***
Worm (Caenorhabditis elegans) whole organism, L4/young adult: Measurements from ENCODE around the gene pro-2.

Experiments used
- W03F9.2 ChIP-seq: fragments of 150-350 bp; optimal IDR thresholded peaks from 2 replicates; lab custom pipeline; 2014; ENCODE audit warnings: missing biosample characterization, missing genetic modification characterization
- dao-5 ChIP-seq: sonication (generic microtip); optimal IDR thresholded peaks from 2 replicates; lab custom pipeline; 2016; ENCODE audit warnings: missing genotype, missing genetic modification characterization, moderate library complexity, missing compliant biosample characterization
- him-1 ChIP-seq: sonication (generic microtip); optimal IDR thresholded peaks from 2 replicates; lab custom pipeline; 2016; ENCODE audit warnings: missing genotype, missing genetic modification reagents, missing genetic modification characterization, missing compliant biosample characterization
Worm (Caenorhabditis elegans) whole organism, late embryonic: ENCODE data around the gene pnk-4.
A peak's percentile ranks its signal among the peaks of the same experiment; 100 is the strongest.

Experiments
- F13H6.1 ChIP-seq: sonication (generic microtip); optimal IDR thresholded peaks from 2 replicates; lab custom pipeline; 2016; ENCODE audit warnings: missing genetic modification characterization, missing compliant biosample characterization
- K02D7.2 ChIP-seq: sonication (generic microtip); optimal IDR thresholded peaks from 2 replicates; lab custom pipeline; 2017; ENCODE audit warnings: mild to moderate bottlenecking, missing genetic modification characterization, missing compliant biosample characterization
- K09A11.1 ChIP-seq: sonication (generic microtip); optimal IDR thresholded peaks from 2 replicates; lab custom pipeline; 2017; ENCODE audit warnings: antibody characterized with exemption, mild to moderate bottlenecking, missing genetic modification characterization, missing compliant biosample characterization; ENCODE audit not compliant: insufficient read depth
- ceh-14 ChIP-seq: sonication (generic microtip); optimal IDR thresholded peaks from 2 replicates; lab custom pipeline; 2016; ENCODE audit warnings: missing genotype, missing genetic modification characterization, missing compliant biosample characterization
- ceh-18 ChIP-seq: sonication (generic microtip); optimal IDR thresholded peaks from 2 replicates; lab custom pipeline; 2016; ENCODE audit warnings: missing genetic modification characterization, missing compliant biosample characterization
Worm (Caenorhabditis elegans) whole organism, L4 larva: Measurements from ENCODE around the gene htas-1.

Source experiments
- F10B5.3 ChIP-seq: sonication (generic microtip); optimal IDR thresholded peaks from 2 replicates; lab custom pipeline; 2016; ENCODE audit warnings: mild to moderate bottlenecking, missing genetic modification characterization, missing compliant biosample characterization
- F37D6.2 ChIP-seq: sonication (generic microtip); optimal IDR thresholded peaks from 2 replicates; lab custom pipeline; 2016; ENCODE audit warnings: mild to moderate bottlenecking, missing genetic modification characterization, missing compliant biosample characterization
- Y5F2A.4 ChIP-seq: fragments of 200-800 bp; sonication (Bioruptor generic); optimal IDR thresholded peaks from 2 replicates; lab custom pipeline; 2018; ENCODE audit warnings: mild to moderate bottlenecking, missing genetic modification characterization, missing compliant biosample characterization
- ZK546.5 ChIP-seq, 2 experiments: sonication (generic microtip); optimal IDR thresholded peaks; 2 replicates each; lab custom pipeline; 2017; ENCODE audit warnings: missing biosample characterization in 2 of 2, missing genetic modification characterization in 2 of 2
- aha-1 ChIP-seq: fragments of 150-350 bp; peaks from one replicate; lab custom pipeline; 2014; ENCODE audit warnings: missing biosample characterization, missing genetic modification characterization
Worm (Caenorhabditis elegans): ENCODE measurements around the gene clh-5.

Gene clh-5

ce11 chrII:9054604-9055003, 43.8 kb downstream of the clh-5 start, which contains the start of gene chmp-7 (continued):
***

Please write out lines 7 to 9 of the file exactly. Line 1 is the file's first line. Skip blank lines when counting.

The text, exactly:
A peak's percentile ranks its signal among the peaks of the same experiment; 100 is the strongest.

Experiments
- F13H6.1 ChIP-seq: sonication (generic microtip); optimal IDR thresholded peaks from 2 replicates; lab custom pipeline; 2016; ENCODE audit warnings: missing genetic modification characterization, missing compliant biosample characterization